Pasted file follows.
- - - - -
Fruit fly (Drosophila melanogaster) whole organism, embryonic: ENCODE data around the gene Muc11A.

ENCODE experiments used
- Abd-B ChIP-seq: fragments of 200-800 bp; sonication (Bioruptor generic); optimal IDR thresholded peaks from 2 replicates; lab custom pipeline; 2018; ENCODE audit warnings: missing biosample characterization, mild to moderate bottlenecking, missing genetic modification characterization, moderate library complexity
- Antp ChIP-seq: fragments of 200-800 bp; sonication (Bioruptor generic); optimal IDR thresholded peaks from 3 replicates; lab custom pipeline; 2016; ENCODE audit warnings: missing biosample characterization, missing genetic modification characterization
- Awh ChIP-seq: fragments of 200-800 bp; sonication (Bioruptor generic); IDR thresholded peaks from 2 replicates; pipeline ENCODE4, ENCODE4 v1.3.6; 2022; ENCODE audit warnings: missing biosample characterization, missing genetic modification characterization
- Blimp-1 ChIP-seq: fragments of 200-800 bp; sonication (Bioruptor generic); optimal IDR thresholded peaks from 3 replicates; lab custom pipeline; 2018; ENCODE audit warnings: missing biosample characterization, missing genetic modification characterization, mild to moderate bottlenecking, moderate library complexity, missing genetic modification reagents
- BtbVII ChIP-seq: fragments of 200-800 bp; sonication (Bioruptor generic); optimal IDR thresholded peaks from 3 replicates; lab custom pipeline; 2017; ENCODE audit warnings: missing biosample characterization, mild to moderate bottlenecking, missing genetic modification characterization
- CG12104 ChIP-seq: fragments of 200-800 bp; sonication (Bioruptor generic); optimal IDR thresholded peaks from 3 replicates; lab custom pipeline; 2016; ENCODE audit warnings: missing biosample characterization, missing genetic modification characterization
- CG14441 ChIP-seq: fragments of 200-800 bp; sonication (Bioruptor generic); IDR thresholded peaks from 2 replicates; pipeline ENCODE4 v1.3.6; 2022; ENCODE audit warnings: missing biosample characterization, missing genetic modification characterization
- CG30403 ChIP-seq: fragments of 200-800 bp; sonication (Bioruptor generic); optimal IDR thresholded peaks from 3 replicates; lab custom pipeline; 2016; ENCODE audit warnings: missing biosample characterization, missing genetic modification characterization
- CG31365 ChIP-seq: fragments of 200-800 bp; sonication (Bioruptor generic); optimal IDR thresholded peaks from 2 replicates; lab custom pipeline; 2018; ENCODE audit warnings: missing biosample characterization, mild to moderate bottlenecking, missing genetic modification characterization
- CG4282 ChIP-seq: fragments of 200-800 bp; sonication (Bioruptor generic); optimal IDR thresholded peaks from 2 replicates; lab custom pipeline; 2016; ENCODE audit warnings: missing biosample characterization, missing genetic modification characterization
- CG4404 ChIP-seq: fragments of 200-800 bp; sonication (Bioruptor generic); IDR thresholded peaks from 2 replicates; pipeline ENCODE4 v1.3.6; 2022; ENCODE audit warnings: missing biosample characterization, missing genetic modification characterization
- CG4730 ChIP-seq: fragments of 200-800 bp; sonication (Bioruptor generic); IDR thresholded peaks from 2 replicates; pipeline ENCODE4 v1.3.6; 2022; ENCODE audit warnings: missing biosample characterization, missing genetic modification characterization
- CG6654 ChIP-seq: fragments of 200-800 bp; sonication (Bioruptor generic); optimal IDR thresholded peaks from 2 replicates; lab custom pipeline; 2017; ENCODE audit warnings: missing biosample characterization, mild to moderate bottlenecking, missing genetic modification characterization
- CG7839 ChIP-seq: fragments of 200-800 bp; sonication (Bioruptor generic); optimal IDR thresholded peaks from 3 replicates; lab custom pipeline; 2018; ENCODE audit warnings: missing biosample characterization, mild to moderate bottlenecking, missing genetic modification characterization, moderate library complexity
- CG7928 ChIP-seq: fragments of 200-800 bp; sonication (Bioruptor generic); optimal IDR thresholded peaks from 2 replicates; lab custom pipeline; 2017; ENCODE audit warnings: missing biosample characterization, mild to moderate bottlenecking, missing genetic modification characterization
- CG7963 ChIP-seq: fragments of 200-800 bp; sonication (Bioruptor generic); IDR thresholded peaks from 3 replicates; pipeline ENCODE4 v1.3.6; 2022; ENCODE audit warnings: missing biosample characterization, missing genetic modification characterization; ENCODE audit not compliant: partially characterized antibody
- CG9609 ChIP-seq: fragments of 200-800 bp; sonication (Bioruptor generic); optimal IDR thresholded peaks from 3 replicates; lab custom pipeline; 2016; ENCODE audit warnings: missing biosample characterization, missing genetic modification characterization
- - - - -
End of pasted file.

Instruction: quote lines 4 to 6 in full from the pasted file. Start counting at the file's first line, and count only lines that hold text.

- Antp ChIP-seq: fragments of 200-800 bp; sonication (Bioruptor generic); optimal IDR thresholded peaks from 3 replicates; lab custom pipeline; 2016; ENCODE audit warnings: missing biosample characterization, missing genetic modification characterization
- Awh ChIP-seq: fragments of 200-800 bp; sonication (Bioruptor generic); IDR thresholded peaks from 2 replicates; pipeline ENCODE4, ENCODE4 v1.3.6; 2022; ENCODE audit warnings: missing biosample characterization, missing genetic modification characterization
- Blimp-1 ChIP-seq: fragments of 200-800 bp; sonication (Bioruptor generic); optimal IDR thresholded peaks from 3 replicates; lab custom pipeline; 2018; ENCODE audit warnings: missing biosample characterization, missing genetic modification characterization, mild to moderate bottlenecking, moderate library complexity, missing genetic modification reagents